God chose the foolish of the world to shame the wise,
and God chose the weak of the world to shame the strong,
and God chose the lowly and despised of the world,
those who count for nothing,
to reduce to nothing those who are something,
so that no human being might boast before God.
(1 Corinthians 1:27-29)
Our scripture today puts an emphasis on the humble and lowly. Zephaniah prophesied in the time of King Josiah who attempted to reform Judah’s regression into idolatry. It appears Zephaniah was convinced that true reform comes from below, not from above. Paul points out that God chose the foolish, the weak, and the lowly to teach that faith is a gift and it is due to God alone that we’re “in Christ Jesus.” We didn’t do anything to pull it off, except to be open to God working in our lives.
Today’s Gospel passage is Matthew’s introduction to his Sermon on the Mount: a three chapter collection of some (but not all) of Jesus teachings. The evangelist wants the community to know that if they’ve agreed to buy into Jesus of Nazareth’s dreams, then this is how they’ll make those dreams a reality. If, for instance, they want world peace, they’ll achieve it only by building loving relationships with their enemies, not by being more powerful than they are.
Matthew is convinced that only a remnant willing to look at people and situations with different eyes than the majority of people look at them will actually carry out Jesus’ demands. This unique group experiences a blessing in being poor, in mourning and being meek. They strive daily to do what God expects them to do: show mercy, be single minded and bring peace. They’re always looking beyond the present to the future Jesus promised. Obviously such a radical belief isn’t for everyone.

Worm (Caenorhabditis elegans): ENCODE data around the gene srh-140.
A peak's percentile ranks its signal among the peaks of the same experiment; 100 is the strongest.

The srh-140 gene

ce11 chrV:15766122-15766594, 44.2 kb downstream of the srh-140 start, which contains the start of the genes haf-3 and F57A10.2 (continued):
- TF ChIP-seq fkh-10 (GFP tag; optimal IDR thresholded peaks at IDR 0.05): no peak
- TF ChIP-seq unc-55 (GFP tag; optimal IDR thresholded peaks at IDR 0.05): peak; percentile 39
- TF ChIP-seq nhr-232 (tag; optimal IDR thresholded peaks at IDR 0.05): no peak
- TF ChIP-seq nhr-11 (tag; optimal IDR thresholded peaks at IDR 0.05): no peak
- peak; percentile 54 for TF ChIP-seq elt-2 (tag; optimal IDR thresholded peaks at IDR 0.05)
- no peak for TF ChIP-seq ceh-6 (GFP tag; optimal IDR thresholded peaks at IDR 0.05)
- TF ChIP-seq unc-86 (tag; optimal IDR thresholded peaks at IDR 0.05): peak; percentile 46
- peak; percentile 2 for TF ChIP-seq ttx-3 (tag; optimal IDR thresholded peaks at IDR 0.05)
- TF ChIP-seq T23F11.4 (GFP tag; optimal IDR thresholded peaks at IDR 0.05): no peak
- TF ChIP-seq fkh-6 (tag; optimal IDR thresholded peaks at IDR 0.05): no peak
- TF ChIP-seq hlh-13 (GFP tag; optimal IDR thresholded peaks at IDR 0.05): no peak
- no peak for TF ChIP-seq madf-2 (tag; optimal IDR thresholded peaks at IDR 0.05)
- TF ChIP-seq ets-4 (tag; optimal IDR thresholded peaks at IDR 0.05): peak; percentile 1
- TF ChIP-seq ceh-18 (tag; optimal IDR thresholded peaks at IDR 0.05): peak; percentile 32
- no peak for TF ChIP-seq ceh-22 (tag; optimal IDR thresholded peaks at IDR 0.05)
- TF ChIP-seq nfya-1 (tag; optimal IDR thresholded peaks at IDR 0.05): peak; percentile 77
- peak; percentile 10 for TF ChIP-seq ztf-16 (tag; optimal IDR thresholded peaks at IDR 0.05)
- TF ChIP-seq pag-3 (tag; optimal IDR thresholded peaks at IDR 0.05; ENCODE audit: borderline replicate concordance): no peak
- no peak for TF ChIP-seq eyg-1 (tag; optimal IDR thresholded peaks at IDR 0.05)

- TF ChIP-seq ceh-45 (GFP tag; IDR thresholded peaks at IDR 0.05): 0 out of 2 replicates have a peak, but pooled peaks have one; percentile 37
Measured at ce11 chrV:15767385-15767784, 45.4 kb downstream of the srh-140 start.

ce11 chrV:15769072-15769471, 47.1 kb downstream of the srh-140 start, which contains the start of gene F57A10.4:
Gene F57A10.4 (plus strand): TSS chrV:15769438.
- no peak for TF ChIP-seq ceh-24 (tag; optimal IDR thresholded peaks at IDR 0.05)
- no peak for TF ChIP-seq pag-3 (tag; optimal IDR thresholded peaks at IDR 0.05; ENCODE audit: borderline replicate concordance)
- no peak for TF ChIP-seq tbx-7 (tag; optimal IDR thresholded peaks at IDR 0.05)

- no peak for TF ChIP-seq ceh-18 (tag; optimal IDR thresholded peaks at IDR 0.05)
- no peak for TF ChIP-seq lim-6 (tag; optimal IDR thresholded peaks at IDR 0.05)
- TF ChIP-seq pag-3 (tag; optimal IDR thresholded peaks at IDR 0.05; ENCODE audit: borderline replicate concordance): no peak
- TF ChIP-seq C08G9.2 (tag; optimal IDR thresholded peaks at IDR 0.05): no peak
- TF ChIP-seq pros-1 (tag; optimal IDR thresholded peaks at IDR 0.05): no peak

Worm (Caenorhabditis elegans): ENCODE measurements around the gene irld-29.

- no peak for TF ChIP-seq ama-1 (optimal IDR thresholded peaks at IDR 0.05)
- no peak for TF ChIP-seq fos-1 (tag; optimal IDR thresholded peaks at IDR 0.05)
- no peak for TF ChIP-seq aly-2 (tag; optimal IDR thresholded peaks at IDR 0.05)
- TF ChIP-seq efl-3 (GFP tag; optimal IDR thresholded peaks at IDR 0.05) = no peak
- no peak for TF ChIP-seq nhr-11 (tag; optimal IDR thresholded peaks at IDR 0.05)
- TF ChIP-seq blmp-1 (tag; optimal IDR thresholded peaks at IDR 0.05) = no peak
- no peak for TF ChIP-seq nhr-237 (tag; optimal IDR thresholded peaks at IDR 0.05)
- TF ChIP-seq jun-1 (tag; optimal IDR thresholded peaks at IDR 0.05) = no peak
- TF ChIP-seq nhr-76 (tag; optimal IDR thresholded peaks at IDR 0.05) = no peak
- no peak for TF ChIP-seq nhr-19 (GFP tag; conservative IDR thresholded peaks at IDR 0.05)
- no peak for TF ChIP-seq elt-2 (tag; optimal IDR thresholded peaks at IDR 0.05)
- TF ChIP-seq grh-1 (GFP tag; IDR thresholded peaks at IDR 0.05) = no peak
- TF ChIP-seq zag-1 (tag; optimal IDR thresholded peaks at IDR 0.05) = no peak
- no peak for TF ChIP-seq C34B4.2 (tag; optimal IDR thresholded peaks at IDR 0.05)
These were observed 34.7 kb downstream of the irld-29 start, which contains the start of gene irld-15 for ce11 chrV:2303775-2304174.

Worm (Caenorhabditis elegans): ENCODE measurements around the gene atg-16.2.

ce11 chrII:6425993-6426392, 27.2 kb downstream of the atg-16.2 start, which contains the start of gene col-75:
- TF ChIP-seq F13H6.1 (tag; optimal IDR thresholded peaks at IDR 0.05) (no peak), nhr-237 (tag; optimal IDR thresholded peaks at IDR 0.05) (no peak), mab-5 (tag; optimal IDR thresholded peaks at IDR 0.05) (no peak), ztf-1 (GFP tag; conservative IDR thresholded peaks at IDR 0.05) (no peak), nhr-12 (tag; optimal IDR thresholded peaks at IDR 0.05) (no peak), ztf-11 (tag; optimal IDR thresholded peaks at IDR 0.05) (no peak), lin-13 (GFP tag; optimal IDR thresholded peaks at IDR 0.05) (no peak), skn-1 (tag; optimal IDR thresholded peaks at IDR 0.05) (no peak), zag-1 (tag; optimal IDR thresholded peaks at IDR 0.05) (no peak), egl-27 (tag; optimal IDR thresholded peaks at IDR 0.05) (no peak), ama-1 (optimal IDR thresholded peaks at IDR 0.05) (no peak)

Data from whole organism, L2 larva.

What prompts a particular person to choose a commitment to God, to become a part of the remnant? I’m convinced, among other traits, a person’s willingness to evolve and adapt is a key element in those who form the remnant.
It’s clear that Jesus’ basic “stump speech” revolved around a determination to change one’s value system. Jesus begins his public ministry by reminding us the kingdom of God is at hand and we need to repent. That value system change is behind Matthew’s Beatitudes. It’s the premise for the unique morality we find in Christian Scripture.
Paul tells us if we want to learn how to change our value system look to the lowly, the weak. They will show us that nothing weakens us more than our love of others. When we give ourselves on that level all our defenses, all our strengths are wiped out. (Taken from Celebration, Fr. Roger Karban)
This week is Catholic Schools Week. I’m grateful for the children who came and expressed their appreciation for us and how we support Catholic Schools. I’m grateful for those who work in our Catholic Schools and make this ministry available to our children.
Within the next few weeks, a representative from Guidebook Publishing will be here to solicit ads for our upcoming guidebook and directory. If you would like to purchase an ad, please call the parish office. Also, if your phone number has changed within the past year, please call or email the parish office so we have the most current and
accurate information for you.